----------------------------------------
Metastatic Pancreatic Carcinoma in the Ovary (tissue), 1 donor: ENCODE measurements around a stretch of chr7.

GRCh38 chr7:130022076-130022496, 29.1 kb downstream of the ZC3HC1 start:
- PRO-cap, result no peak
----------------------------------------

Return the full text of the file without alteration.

Metastatic Pancreatic Carcinoma in the Ovary (tissue), 1 donor: ENCODE measurements around a stretch of chr7.

GRCh38 chr7:130022076-130022496, 29.1 kb downstream of the ZC3HC1 start:
- PRO-cap, result no peak